Do Gordon Hayward and Dante Exum have to become elite shooters to become elite players?

Gordon Hayward is the leading scorer on the Jazz and is probably the best player on this Jazz team.

Dante Exum is our mysterious number five pick and many would say he has the best chance of becoming a superstar of anyone currently on the roster.

Hayward is a surprisingly average shooter.

Exum’s shooting is even more underwhelming.

And it doesn’t seem likely that either’s shot will change too dramatically.

Hayward is approaching his seventh season. He will probably reach the peak of his developmental progress soon.

He’s a career 36 percent shooter from behind the arc if you include his rookie year when he shot 47 percent from deep.

Maybe Hayward improves his shooting but he’s never going to be a Klay Thompson or even J.J. Redick type shooter.

Exum, on the other hand, is nearly 21 and is preparing for only his second season of NBA play. He’s young, inexperienced and as raw as frozen sushi.

I am optimistic that Exum’s development will go well and I think that Quin Snyder is the perfect coach to do it, but I can’t imagine a reality where he’ll become an elite shooter. Exum shot 31 percent from three in his rookie year and almost all of those shots were wide open. Maybe a Kawhiesque shot transformation is in Dante’s future but probably not.

Can Players be elite even if they don’t have an elite three-point shot?

We all know that three-point shooting is invaluable in the NBA and maybe it seems like our players can’t develop into stars without a killer three-point shot but is that really the case?

Admittedly, most of the best players and especially guards and wings can shoot threes. Kawhi is great, Durrant is great and Steph is straight unbelievable but not all stars are great three-point shooters.

Examples

Lebron James: 

Perhaps no aspect of Lebron’s game has been more criticized than his three-point shot. Throughout his career, Lebron has shot a mediocre 34 percent from three-point range and this year shot worse than Exum. 

Lebron is perhaps the most dominant player of our generation and he’s shot poorly behind the arc more often than he has shot well.

Lebron relies on his phenomenal athleticism and strength and is basketball savant.

Russell Westbrook:

Westbrook is a freak athlete who gets to the basket at will. He’ll outrun and outwork anyone, he is a devastating one-man fast break and a triple-double machine. When Durant went down last season Westbrook became a serious MVP contender.

Westbrook can certainly get hot behind the line but the numbers say he’s borderline bad at shooting.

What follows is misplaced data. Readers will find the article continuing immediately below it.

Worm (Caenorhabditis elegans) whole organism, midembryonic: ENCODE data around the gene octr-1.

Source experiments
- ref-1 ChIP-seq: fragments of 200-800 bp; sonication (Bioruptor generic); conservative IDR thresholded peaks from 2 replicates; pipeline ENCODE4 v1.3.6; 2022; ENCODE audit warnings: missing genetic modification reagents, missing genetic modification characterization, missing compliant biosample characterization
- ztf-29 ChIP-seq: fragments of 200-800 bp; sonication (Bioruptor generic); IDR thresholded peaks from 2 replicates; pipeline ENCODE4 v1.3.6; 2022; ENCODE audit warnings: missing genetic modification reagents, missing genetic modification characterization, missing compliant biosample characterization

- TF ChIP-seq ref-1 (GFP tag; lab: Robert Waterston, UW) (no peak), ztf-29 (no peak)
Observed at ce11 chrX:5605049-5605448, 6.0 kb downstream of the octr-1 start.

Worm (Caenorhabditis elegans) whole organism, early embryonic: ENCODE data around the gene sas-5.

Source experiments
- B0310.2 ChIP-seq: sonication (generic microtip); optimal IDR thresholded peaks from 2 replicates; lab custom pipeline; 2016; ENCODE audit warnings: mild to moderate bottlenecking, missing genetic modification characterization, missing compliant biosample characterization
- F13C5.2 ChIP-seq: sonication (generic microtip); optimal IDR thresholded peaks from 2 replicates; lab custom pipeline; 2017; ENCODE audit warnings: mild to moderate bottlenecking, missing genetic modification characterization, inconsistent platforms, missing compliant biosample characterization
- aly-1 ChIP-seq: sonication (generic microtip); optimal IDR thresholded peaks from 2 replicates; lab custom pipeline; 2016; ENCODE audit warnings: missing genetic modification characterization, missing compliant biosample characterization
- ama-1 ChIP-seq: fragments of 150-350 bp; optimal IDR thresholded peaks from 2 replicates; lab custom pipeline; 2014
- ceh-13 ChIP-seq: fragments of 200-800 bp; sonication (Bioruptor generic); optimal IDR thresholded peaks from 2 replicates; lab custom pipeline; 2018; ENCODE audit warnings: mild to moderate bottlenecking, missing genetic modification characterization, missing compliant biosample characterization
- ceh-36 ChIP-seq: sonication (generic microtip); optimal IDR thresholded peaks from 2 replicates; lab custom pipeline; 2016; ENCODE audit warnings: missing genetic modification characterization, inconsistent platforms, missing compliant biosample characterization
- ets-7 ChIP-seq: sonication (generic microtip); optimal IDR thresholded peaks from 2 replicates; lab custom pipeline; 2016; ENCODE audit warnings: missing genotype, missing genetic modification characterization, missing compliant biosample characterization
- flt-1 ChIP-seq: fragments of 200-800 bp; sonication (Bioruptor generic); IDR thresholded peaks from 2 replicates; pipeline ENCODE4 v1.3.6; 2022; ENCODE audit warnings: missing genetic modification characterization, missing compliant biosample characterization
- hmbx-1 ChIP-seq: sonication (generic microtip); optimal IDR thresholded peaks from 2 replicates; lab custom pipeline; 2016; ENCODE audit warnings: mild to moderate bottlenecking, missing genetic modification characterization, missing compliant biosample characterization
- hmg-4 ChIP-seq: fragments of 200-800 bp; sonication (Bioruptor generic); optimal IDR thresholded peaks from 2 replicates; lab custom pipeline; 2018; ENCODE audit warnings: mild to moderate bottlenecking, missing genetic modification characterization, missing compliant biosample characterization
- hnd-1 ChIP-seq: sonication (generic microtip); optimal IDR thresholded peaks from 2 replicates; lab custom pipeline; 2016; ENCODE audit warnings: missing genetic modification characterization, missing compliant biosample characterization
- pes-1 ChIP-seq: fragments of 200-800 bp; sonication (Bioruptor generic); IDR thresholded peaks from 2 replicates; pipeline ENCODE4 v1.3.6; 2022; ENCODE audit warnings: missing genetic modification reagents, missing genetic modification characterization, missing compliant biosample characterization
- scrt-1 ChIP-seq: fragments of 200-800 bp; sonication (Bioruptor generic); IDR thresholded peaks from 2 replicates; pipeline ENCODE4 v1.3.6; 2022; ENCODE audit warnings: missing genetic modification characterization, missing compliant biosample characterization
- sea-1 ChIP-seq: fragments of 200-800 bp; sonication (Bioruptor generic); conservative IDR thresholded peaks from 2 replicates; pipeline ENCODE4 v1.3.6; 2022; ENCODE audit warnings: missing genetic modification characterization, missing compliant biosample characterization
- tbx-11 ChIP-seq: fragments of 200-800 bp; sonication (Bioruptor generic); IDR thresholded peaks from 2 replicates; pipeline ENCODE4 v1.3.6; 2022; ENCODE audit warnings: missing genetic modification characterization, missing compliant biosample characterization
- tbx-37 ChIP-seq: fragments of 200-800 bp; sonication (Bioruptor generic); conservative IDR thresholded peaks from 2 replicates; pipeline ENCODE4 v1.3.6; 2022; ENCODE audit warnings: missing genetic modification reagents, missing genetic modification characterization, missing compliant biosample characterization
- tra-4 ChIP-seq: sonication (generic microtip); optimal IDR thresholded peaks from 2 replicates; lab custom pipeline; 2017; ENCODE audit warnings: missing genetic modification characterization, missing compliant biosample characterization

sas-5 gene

During the regular season, Westbrook shot just under 30 percent from three and his career average is just over 30 percent.

Demar DeRozen: 

DeRozen is not quite the star that Lebron or Westbrook are but he was an All-Star this season and his team made it to the Eastern Conference Finals.

He’s long, a good athlete and a skilled basketball player but his jump shot leaves something to be desired. He shot a career-high 34 percent from three this year and is a career 28 percent three-point shooter.

I would argue that Hayward is already a better player than DeRozen and he’s unobjectively a better shooter.

John Wall:

It’s no secret that John Wall is not a good shooter but he is a three-time All-Star and is still widely considered the alpha dog on his team, even though Bradley Beal is becoming a star as well. 

Wall is one of the few players who could rival Westbrook in a footrace as well as one of the longest point guards in the league. He’s also a phenomenal passer and is becoming a great mid-range shooter.

This year Wall shot 35 percent from three and is a career 32 percent three-point shooter. 

Fun Fact: Did you know that John Wall’s full name is Johnathon Hildred Wall? 

Tony Parker: 

Parker is a four-time NBA champion and won the finals MVP in 2007.

He is known for being one of the quickest players in league and has an incredible feel for getting to the hoop and making mid-range shots. 

The last couple years Parker has been quite good from deep but he is only a 32 percent three-point shooter and has had some of his most productive NBA seasons during some of his worst three-point shooting years. 

Conclusion:

Hopefully, Hayward will become a better shooter and Dante almost certainly will, but I think we’re living in a fantasy land if we believe either will ever shoot above 40 percent from three in a season. I hope they prove me wrong but I don’t see it happening.

Maybe Exum Develops into a star and maybe Hayward becomes a better star but they don’t have to be elite shooters be great.

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Scott G Winterton, Deseret News